The Metro (subway) is convenient, cheap and includes a fleet of Metro buses for sightseeing above ground. Metro maps are available at every stop, and neighborhood maps can be found at kiosks.
Mexican people are friendly and funloving; the city is sophisticated on top of significant religious blending, a combination of indigenous and Catholic beliefs and customs. With the Spanish conquest, missionaries allowed the Aztec native people to change the names of their gods to Christian saints’ names and to continue to wear masks for their rituals, making it easier to convert them to the new faith.
“The Mexican version of reality is dreamlike,” the authors write. An example is their celebration of the Days of the Dead, October 31 to November 2. Families display photos of dead relatives and prepare the deceased’s favorite foods and drinks to welcome them back for a visit.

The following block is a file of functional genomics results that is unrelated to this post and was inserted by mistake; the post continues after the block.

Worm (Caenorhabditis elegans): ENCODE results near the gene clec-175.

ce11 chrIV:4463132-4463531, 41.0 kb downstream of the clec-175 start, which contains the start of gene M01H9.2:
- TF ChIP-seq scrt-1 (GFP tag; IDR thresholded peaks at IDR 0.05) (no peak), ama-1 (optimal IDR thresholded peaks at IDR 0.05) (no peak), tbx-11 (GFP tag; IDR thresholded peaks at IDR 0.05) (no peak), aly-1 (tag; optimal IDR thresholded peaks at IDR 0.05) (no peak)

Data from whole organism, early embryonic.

Nobody objects to processions that feature animal figures from pre-Christian festivals. It’s not unusual to see people walking on the street in costume on ordinary days - one striking photo in the introduction to the book features a woman striding down a street with bouffant angel wings on the back of her shirt and slacks. In another photo, a man poses in the traffic-stopping costume of a realistic human-sized cockroach.
“If the visitor knows even a smattering of Spanish, use it,” Karen advises. “They’re delighted to hear tourists speak to them in their own tongue, no matter how we mangle it. They’re flattered that we make the effort.”
With such a warm reception, and beguiled by the photos in this book, this reader is tempted to book a ticket. Vamonos!

Your book critic’s schedule forbids chores like ironing until at least October, leaving more time to loll with book in hand. Here’s one I thoroughly enjoyed. Not new (published in 2003), it’s one I also read twice.
Slave Graves, a novel by Thomas Hollyday. Happy Bird Corporation Publishers. 281 pp.
This book also opens with a traffic stopper sentence ... “This Goddamned place!”